Tuesday, June 26, 2007

26 June 2007: Tennis

Bizarre sight here on Level 4 a few minutes ago. I was meandering through the lab and was suddenly faced by a whole slew of people walking out of the coffee room and back to their desks, all smiling.

Turns out they'd had the Wimbledon coverage on in the coffee room and they'd just witnessed Tim Henman winning his first-round match against Carlos Moya, an epic five-set battle eventually won 13-11 by Henman this afternoon after it just got too dark last night to finish the game.

"He won!" exclaimed one happy IAMer.

Of course he did. It's round one. Even though Timmy's powers are definitely waning, he's still a better tennis player than me, you or most of the rest of the world. He's a better player right now, for instance, than Jeremy Bates was at his peak, or Mark Petchey, or any of the other nonentity players we used to cheer wildly for as they bravely lost in the second round or, maybe once in their careers, played with real heart and incredible luck to make it through to the fourth round. And it seems to me that the optimism and excitement shown today much more closely mirrors those good ol' days than the last ten or twelve years when we've had at least one (always male) player with a not-totally-unrealistic shot at actually winning the thing.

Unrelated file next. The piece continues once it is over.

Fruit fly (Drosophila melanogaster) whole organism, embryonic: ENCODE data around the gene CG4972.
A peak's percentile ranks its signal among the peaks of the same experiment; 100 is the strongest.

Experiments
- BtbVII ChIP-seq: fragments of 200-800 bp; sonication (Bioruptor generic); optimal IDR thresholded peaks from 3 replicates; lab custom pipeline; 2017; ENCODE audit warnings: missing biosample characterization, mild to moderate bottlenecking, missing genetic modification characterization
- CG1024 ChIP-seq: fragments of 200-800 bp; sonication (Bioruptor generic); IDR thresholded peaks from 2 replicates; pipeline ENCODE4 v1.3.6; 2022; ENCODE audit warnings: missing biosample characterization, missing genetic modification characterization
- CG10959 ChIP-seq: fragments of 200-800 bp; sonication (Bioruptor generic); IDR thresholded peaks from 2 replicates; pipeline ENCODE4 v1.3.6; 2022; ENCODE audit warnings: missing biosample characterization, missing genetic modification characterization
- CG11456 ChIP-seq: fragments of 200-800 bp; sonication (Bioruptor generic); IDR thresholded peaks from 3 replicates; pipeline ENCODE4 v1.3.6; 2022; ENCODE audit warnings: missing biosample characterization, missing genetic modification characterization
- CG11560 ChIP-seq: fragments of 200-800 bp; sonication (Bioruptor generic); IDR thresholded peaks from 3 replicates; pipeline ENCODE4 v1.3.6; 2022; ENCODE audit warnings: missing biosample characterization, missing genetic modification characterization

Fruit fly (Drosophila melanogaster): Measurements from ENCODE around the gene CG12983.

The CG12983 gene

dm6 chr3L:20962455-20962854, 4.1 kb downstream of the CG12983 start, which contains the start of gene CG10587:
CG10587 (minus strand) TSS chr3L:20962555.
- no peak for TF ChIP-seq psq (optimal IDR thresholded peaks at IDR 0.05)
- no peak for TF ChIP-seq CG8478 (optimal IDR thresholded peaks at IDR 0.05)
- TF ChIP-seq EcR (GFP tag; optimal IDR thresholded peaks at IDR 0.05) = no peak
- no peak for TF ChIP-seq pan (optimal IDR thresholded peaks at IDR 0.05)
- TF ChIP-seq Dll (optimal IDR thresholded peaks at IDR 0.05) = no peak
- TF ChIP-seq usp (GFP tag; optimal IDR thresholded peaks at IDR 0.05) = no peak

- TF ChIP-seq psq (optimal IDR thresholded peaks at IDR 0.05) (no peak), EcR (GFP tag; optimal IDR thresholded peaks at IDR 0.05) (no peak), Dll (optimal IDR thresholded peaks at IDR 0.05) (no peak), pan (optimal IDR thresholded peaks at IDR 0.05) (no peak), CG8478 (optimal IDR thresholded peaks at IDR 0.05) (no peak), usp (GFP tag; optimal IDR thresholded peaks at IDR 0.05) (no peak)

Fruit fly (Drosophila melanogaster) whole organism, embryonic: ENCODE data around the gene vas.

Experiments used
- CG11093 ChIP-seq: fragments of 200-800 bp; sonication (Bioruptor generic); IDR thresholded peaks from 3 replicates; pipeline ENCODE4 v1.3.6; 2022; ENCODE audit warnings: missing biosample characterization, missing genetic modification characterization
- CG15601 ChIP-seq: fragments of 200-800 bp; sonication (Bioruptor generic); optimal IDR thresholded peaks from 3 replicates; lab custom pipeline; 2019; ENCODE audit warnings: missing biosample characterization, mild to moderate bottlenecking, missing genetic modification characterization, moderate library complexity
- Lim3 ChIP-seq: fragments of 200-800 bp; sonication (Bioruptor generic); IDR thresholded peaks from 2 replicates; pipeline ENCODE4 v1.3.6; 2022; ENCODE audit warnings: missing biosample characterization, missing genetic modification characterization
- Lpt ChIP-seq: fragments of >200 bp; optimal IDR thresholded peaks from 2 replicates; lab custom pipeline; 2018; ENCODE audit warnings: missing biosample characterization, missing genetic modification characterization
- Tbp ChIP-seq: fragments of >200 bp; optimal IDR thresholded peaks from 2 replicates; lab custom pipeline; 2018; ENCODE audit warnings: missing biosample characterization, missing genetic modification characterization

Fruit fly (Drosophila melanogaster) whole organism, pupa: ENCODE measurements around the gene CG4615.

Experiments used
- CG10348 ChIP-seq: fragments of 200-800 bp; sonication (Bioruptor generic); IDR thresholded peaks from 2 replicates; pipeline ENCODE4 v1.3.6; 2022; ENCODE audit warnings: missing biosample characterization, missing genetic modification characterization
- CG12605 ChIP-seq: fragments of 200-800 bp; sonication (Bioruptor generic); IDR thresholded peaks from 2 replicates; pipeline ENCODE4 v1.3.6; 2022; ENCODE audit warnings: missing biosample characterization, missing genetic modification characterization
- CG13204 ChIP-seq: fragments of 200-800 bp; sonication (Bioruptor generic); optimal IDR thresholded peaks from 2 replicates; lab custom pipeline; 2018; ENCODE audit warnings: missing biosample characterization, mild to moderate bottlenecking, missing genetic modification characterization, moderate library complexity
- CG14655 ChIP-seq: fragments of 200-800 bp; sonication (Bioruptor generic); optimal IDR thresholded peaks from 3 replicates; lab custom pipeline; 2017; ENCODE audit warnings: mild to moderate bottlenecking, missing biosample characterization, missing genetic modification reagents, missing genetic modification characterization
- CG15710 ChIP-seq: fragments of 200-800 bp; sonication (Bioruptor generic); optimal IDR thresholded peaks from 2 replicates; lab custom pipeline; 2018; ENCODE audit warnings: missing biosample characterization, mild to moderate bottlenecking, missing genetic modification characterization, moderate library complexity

My tip? Expect Tim to lose, bravely, later this week.

My reason for meandering through the lab, incidentally, was to do with the still-tight deadline for graduating this year. Despite getting the amended thesis back from the bindery and actually handing it in, the process remains every-so-slightly incomplete as Dr Les, my internal examiner, still hadn't (as of this morning) handed over the necessary paperwork to the admin folks. So a quick chat with Dr Les (during which he assured me - and I repeat this for reasons of public record - that he will get it done before he leaves today) and that was, hopefully, that.

Meaning not only will the visiting relatives from the US be able to see me graduate this year (passports pending...) but I'll also be in the same graduation ceremony as my second bunch of students to whom I had the joy of teaching programming. Their results came out on Friday and showed a slew of 2.1s but just one first-class honours degree being awarded: congratulations to Kerry, and indeed to the rest of them.

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